Saturday, 26 September 2015

Commodore PET ROM / RAM replacement boards

This is a board which plugs into the 6502 CPU socket on something like a Commodore PET and can selectively replace the onboard ROM or RAM. I've been making these for a while, and as with all of the boards I make, I keep refining the designs. Adding new features I find I need, or taking requests or suggestions.
These are the new, red V3.1 boards, and feature an activity LED, reset switch. There are three scenarios where one of these boards is useful, as a diagnostic tool, as a ROM/RAM replacement or as a system upgrade. The original use is as a diagnostic tool. ROM and RAM are common causes of failure on vintage computers, and this is an easy way to rule out problems with the original ROM or RAM, buffering, multiplexing or address decoding. If it turns out there are faults with the original ROM or RAM, and replacements are not available, or too expensive, the board can be left in place. In these situations, you can remove all the onboard ROM and RAM and just run with the ROM/RAM board, reducing power consumption and heat generation inside the case.
The third use comes with older PETs with BASIC 1 or 2, or with less than 32K of RAM. The ROM/RAM board can contain multiple ROM images, so it can be used to upgrade these systems to BASIC 4 and 32K or RAM, or any combination down to BASIC 1 and 8K. This is how my 2001 system is setup.
One feature I tried to add to the previous version, but couldn't get working, was selective ROM replacement. This worked fine on the VIC 20 version, but not the PET one. With help from Dave Mercado, I've found the issue I was having appears to be with the compiler I was using, so I've rewritten the GAL equations for the board to get around the problems, and it is now possible to selectively replace the onboard ROMs.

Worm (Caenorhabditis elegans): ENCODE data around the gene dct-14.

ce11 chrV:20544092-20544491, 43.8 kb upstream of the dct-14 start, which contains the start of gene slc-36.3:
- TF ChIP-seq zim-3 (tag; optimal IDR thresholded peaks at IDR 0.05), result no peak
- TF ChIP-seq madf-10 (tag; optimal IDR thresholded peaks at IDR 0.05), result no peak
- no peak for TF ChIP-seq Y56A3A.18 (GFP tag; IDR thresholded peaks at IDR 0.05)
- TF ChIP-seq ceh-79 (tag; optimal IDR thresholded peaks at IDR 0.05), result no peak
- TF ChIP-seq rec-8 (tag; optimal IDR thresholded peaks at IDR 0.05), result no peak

The idea is you have a system which is not booting, set the board to replace all the ROM and RAM and see if it boots. If not, then you it's back to checking power, clock, reset etc. A lot of the time, that will be enough to get the PET to boot. You can then turn off the RAM and see if it will run with it's own RAM. If not, you need to sort out RAM problems. There are two banks of 16K, and these can be selective controlled, so you can enable the lower bank to get the system to boot and then test the upper bank (see a previous repair on a 4032 for some techniques you can use).
Once the RAM is sorted, you can look at the ROM. You can select multiple ROM images (up to 16), but with previous versions of the board, it was either all ROMs replaced or none. So if a ROM fault was detected, you needed to identify the culprit by other methods. Now you can enable only one ROM on the board at a time, with the rest replaced, to see which ones work and which ones will not boot. The board can also be used on things such as the VIC20, anything with a 6502 CPU, apart from systems with banked RAM or multiplexed video RAM.

The new DIP switch settings are as follows:
  1. RAM mode
  2. RAM mode
  3. ROM mode
  4. ROM mode
  5. ROM mode
  6. ROM selection
  7. ROM selection
  8. ROM selection
  9. ROM selection
On the 2001 version, the RAM mode switches select 0K, 8K, 16K or 32K of RAM.
Switch 1
Switch 2
RAM mode
0
0
No RAM is replaced
1
0
8K RAM
0
1
16K RAM
1
1
32K RAM